At the upcoming AIIM social business virtual conference
, I am delivering two sessions on developing a social media policy for Facebook and Twitter. I am also writing several modules in that vein for an upcoming course. But as I started to put mouse to PowerPoint I started to think a bit about governance in the age of social business. And then I came to the Enterprise 2.0 conference in Boston. I had dinner with a bunch of really smart people and we started talking about governance, and one guy said, "Social media governance should be 80% social and 20% governance."
Hrm. After all, the traditional approach to writing policies is to draft very lengthy, very specific tomes filled with page after page of proscriptions. Then the thing has to be vetted across the entire organization to ensure that it's legally and operationally defensible, with the result that it can take months or longer to get a policy from initiation to approval and rollout. At the same time, those policies are often lengthy and difficult to understand, and attempt to regulate every possible aspect of the thing.
That's far too long generally; it's even more difficult to support today, when social business tools might be created, used, and fade away in the course of the same period. Yet there's still a need for effective guidance, particularly for organizations in highly regulated sectors like pharmaceutical or financial services.
The best policies will not prevent users from saying or doing the wrong things - only instilling a sense of organizational culture will do that. The policy should be a reminder rather than a checklist. Best Buy has an excellent example of this on its website - its 1-page policy
can be further reduced to the headline, "Be smart. Be respectful. Be human."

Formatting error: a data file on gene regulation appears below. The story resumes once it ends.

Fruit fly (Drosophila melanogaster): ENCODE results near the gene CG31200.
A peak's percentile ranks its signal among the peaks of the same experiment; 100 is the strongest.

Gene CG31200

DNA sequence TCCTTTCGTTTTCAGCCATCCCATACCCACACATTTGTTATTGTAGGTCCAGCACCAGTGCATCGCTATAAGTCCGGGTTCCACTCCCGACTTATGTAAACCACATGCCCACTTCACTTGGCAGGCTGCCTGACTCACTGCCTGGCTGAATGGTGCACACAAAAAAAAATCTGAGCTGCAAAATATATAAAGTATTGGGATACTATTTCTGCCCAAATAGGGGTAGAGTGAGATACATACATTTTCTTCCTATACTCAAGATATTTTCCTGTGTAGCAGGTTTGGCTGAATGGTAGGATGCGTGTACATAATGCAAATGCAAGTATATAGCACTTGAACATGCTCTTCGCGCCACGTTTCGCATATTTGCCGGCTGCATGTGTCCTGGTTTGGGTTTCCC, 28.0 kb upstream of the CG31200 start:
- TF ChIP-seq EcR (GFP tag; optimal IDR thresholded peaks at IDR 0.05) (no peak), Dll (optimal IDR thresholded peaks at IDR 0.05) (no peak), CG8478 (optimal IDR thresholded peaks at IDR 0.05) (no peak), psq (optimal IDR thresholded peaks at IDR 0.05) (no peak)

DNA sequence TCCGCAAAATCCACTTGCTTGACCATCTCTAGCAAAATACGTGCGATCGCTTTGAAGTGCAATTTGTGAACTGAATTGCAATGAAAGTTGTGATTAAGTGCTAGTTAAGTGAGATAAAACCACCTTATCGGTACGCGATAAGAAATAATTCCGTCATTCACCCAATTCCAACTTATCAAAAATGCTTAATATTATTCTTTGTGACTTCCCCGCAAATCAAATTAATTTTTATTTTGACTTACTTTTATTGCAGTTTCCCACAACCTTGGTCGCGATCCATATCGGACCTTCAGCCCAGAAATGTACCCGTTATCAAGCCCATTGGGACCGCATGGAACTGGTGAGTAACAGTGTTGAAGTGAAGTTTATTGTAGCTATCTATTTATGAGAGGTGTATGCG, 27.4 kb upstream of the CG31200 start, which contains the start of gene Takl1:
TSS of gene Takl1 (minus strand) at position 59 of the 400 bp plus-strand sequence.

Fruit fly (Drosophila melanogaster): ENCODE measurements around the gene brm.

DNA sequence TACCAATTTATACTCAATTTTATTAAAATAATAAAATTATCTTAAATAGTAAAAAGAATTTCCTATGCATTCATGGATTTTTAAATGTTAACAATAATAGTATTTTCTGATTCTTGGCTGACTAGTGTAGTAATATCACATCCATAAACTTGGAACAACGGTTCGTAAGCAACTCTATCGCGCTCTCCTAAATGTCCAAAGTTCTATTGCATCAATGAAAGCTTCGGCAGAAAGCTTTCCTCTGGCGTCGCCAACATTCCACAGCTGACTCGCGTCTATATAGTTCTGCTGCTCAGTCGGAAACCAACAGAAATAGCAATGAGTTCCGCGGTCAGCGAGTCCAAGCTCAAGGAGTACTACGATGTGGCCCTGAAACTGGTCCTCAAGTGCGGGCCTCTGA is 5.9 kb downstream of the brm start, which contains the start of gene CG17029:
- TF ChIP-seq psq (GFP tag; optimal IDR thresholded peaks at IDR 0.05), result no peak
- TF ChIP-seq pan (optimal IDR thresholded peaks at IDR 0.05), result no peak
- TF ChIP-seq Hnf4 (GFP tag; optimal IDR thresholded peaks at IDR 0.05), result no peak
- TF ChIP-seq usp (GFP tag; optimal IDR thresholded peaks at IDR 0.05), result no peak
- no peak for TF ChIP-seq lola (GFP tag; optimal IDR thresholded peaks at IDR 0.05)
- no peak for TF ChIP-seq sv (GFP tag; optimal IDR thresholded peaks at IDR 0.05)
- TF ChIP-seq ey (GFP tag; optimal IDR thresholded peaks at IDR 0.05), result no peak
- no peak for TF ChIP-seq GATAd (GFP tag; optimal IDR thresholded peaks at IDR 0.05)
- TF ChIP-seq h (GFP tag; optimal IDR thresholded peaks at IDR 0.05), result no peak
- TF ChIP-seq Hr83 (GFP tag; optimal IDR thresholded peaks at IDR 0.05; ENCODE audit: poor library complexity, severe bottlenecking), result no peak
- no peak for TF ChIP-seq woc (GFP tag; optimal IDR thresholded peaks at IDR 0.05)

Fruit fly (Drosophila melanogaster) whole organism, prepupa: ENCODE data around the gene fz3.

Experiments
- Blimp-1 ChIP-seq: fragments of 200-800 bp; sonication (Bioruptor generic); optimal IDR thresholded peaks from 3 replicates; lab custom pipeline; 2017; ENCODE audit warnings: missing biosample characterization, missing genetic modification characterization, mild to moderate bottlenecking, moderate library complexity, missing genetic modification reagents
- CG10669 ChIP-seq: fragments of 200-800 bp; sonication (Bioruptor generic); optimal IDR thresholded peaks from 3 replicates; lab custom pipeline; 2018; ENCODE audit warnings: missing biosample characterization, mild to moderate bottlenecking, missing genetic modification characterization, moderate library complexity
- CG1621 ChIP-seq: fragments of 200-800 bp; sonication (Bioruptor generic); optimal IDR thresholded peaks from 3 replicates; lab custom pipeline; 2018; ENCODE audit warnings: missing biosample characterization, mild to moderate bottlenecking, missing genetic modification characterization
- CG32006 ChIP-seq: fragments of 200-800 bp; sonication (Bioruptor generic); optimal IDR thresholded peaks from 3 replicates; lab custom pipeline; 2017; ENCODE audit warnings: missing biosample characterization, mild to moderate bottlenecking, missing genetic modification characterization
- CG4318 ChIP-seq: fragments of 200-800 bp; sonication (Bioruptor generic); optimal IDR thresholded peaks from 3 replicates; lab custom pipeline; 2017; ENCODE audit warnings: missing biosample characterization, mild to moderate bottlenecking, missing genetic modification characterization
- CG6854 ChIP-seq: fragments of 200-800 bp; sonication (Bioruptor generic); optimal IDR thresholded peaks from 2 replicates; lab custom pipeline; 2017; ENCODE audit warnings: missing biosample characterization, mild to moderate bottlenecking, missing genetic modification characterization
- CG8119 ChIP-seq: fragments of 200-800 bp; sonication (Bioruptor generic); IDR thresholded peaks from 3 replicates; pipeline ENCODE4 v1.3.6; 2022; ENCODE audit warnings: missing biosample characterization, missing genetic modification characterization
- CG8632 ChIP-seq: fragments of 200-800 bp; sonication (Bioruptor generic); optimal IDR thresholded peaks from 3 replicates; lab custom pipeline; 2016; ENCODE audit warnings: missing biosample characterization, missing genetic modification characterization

This policy is not filled with acceptable usage policies, examples of what not to do, etc. Yet Best Buy, a Fortune 50 company with more than 180,000 employees, seems to be doing OK with it. So maybe it's time to rethink the specifics of your policy and instead provide a simpler policy with some guidelines to back it up. Each tool has its own nuances in terms of functionality as well as how it is used by a particular organization, but the Best Buy example is pretty applicable across the board.
At the sessions I describe above, I will be taking a hybrid approach - attendees will see examples of a number of social media policies across a variety of sectors. In each session we'll look at some of the unique issues the tools provide and how to address them in the policy, but I think the conversation last night was correct - if you can do 80% social media and 20% governance, you'll have enough control to keep the organization out of trouble while not being so restrictive that nobody wants to use the tools.
#SocialBusiness #facebook #policy #governance #twitter #socialmedia